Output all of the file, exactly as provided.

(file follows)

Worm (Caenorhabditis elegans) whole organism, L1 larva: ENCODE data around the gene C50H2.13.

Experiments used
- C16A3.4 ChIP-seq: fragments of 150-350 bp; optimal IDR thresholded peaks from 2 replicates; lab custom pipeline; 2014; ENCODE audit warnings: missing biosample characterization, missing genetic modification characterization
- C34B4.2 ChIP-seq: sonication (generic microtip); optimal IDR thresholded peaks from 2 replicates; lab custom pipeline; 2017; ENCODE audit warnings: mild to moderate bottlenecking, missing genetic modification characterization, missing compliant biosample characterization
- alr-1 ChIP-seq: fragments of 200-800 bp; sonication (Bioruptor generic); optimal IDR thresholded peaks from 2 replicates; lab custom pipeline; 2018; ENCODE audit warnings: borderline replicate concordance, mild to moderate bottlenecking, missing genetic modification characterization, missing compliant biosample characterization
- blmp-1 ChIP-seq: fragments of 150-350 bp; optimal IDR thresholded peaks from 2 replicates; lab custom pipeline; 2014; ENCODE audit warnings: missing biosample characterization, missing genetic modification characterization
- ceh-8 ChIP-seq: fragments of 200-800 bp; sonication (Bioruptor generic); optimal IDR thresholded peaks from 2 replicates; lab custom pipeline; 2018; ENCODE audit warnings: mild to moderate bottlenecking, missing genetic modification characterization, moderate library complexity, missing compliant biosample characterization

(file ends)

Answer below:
Worm (Caenorhabditis elegans) whole organism, L1 larva: ENCODE data around the gene C50H2.13.

Experiments used
- C16A3.4 ChIP-seq: fragments of 150-350 bp; optimal IDR thresholded peaks from 2 replicates; lab custom pipeline; 2014; ENCODE audit warnings: missing biosample characterization, missing genetic modification characterization
- C34B4.2 ChIP-seq: sonication (generic microtip); optimal IDR thresholded peaks from 2 replicates; lab custom pipeline; 2017; ENCODE audit warnings: mild to moderate bottlenecking, missing genetic modification characterization, missing compliant biosample characterization
- alr-1 ChIP-seq: fragments of 200-800 bp; sonication (Bioruptor generic); optimal IDR thresholded peaks from 2 replicates; lab custom pipeline; 2018; ENCODE audit warnings: borderline replicate concordance, mild to moderate bottlenecking, missing genetic modification characterization, missing compliant biosample characterization
- blmp-1 ChIP-seq: fragments of 150-350 bp; optimal IDR thresholded peaks from 2 replicates; lab custom pipeline; 2014; ENCODE audit warnings: missing biosample characterization, missing genetic modification characterization
- ceh-8 ChIP-seq: fragments of 200-800 bp; sonication (Bioruptor generic); optimal IDR thresholded peaks from 2 replicates; lab custom pipeline; 2018; ENCODE audit warnings: mild to moderate bottlenecking, missing genetic modification characterization, moderate library complexity, missing compliant biosample characterization